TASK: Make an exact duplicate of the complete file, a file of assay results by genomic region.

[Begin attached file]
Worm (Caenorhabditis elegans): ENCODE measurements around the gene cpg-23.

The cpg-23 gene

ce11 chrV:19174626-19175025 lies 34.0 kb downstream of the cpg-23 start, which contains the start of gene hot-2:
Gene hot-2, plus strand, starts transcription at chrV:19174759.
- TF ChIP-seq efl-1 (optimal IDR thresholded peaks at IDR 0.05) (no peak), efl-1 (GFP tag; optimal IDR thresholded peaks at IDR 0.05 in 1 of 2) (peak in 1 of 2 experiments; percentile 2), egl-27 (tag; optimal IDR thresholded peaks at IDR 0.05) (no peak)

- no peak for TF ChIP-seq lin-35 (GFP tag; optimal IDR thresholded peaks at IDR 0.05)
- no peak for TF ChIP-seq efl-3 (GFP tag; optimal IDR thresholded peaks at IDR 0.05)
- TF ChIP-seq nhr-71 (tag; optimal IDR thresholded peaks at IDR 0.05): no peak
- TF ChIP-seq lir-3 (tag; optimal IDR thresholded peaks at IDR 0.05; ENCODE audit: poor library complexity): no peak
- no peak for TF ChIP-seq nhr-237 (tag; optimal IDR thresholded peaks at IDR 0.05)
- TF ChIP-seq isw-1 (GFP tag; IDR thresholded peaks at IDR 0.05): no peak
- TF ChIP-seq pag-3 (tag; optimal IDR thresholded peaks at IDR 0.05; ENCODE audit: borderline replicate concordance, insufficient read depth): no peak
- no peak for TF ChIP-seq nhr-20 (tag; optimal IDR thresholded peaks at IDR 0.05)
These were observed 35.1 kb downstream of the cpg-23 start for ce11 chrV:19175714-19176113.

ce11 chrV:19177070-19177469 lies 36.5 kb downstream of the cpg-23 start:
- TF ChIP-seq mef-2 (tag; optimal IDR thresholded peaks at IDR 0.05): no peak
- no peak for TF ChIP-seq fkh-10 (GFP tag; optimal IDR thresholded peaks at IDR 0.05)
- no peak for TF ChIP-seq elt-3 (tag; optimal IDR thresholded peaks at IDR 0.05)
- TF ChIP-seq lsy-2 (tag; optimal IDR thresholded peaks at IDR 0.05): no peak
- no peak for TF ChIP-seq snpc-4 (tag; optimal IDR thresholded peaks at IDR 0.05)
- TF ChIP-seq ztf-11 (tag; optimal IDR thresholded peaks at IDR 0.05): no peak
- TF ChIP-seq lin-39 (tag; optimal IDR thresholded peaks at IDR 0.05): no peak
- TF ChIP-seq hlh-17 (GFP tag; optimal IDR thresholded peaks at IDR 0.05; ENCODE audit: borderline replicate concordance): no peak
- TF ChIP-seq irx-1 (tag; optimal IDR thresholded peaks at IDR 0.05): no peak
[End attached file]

Worm (Caenorhabditis elegans): ENCODE measurements around the gene cpg-23.

The cpg-23 gene

ce11 chrV:19174626-19175025 lies 34.0 kb downstream of the cpg-23 start, which contains the start of gene hot-2:
Gene hot-2, plus strand, starts transcription at chrV:19174759.
- TF ChIP-seq efl-1 (optimal IDR thresholded peaks at IDR 0.05) (no peak), efl-1 (GFP tag; optimal IDR thresholded peaks at IDR 0.05 in 1 of 2) (peak in 1 of 2 experiments; percentile 2), egl-27 (tag; optimal IDR thresholded peaks at IDR 0.05) (no peak)

- no peak for TF ChIP-seq lin-35 (GFP tag; optimal IDR thresholded peaks at IDR 0.05)
- no peak for TF ChIP-seq efl-3 (GFP tag; optimal IDR thresholded peaks at IDR 0.05)
- TF ChIP-seq nhr-71 (tag; optimal IDR thresholded peaks at IDR 0.05): no peak
- TF ChIP-seq lir-3 (tag; optimal IDR thresholded peaks at IDR 0.05; ENCODE audit: poor library complexity): no peak
- no peak for TF ChIP-seq nhr-237 (tag; optimal IDR thresholded peaks at IDR 0.05)
- TF ChIP-seq isw-1 (GFP tag; IDR thresholded peaks at IDR 0.05): no peak
- TF ChIP-seq pag-3 (tag; optimal IDR thresholded peaks at IDR 0.05; ENCODE audit: borderline replicate concordance, insufficient read depth): no peak
- no peak for TF ChIP-seq nhr-20 (tag; optimal IDR thresholded peaks at IDR 0.05)
These were observed 35.1 kb downstream of the cpg-23 start for ce11 chrV:19175714-19176113.

ce11 chrV:19177070-19177469 lies 36.5 kb downstream of the cpg-23 start:
- TF ChIP-seq mef-2 (tag; optimal IDR thresholded peaks at IDR 0.05): no peak
- no peak for TF ChIP-seq fkh-10 (GFP tag; optimal IDR thresholded peaks at IDR 0.05)
- no peak for TF ChIP-seq elt-3 (tag; optimal IDR thresholded peaks at IDR 0.05)
- TF ChIP-seq lsy-2 (tag; optimal IDR thresholded peaks at IDR 0.05): no peak
- no peak for TF ChIP-seq snpc-4 (tag; optimal IDR thresholded peaks at IDR 0.05)
- TF ChIP-seq ztf-11 (tag; optimal IDR thresholded peaks at IDR 0.05): no peak
- TF ChIP-seq lin-39 (tag; optimal IDR thresholded peaks at IDR 0.05): no peak
- TF ChIP-seq hlh-17 (GFP tag; optimal IDR thresholded peaks at IDR 0.05; ENCODE audit: borderline replicate concordance): no peak
- TF ChIP-seq irx-1 (tag; optimal IDR thresholded peaks at IDR 0.05): no peak